I have never been a scout or a NFL General Manager, but I am willing to watch a ton of football. By watching about 200 snaps of each prospect, we can really get a feel for a player and then know what we are talking about a bit better. It is no exact science, but the NFL hasn't quite figured out drafting either, so we are going to do the best we can.
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Jay Ajayi, RB , Boise State - 6'0, 221 - Junior
Every draft, there are a couple players that are your cup of tea. You try not to get caught up in this personal appeal and let it outweigh the number of components that could be considered beyond "he is my kind of player", but invariably, that concept breaks all ties in a beauty pageant like the NFL Draft.
So, allow me to confess, when I pop on a tape of Boise State from 2014 and watch this Metroplex product (although he was born in England to Nigerian parents and lived in Maryland before playing ball in Plano and Frisco), I automatically default to "I want to go get him for my team" mode. He is one of a number of top RBs in this draft and enough to make you think that if you are considering a major contract with your current RB, perhaps the solution is in this group of 21-year old college stars that will be available in the top few rounds. For Ajayi, I looked at his games against Mississippi, Colorado State, and Arizona.
What I liked: When you talk about a guy who can do it all, you have to look at Ajayi as maybe the best example in this draft. Unlike Melvin Gordon, Ajayi is maybe the best receiving RB in this entire group (and that says something). Unlike Tevin Coleman, Ajayi's inside runs are great, showing you that he will get you 5 yards between the tackles on a regular basis. Unlike Todd Gurley, he is completely healthy. Unlike Ameer Abdullah, he is the perfect size to take on the NFL game. He just does everything well. I like his burst to the outside and I really like his vision where he can find a solution to many problems in mid-play. He can beat you to the corner, but he can also go "Beast Mode" or "J-Train" and just run you over. He has superior balance and has demonstrated a multitude of times that he will not go down on first contact. He is a real workhorse who does not look fun to tackle as the game goes on. He really is good at squeezing through smaller holes and finding positive space inside, while remaining a smaller target for linebackers.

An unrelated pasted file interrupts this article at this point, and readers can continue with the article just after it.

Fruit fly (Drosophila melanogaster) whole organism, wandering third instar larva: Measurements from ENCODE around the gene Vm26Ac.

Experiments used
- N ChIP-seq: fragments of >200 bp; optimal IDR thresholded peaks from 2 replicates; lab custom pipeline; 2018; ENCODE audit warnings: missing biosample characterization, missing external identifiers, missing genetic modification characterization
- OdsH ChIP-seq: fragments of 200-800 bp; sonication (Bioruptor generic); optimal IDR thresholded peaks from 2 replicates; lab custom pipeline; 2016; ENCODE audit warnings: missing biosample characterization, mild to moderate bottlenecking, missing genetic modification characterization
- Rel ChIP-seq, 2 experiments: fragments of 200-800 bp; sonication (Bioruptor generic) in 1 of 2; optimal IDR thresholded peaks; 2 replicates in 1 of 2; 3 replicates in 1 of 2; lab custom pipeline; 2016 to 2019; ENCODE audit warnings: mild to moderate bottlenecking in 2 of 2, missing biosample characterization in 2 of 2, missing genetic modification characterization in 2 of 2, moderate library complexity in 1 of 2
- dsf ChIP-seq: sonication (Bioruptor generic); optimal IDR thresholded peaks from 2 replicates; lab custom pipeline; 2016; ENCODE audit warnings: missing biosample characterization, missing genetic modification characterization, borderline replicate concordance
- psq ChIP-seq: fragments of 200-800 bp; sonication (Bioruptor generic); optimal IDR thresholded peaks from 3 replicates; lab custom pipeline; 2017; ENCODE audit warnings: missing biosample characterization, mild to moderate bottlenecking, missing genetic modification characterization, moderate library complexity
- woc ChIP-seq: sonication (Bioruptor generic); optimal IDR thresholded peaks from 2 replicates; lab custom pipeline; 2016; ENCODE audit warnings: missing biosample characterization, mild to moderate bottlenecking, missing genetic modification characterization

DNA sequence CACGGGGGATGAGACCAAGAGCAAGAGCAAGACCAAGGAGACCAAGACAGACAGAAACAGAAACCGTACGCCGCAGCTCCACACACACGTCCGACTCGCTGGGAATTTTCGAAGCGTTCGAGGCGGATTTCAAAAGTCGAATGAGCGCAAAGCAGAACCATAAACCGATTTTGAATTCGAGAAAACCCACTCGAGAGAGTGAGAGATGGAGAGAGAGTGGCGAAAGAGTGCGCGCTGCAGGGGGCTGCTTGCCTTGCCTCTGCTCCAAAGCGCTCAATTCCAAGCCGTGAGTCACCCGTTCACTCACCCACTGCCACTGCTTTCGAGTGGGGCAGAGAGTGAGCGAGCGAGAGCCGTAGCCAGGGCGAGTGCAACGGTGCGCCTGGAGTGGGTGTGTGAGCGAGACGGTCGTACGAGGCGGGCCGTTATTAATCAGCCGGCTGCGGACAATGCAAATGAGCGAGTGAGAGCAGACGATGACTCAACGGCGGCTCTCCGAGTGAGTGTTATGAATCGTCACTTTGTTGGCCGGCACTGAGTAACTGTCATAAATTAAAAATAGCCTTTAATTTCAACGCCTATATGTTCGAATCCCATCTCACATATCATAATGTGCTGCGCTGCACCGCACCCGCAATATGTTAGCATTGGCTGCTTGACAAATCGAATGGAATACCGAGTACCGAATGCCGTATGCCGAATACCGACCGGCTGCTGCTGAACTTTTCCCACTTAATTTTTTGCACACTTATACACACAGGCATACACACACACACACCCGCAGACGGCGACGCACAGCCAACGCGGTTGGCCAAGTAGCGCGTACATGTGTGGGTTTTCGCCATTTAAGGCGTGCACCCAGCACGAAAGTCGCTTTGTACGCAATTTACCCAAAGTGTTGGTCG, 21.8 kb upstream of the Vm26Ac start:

What I did not like: There is a hint of ball security issues, but again, when a guy has 400 touches in a season, there will be a fumble or two for the type of runner that fights to the whistle. He also is a product of a zone read type scheme, so we must at least consider the fact that with a QB like Tony Romo, any benefit that Coleman or Ajayi get from that deception will not be available in the NFL (or at least in Dallas). It is tough to say that he has the same breakaway gear as Coleman or Gurley, but not many do. He did have a bout or two with immaturity as a freshman at Boise, but it seems he has grown into a mature prospect.
Summary: I might have tipped my hands early, but I really like this guy to a point that if there was one guy you might cheer to fall to #60 in Round 2, this could be him. He can just do it all and looks like a Day 1 starter who can pass protect, receive, and run inside or outside. He looks the part of a legitimate NFL starter who will compete for the 3rd guy off the board. I don't see a lot to not like about him and he has a competitive level about him that is very admirable and contagious. I continue to say that this is a group of running backs that is as deep and talented as many of us can recall, but Ajayi is a quality player that deserves to be in that conversation for 3rd best behind Gurley and Gordon.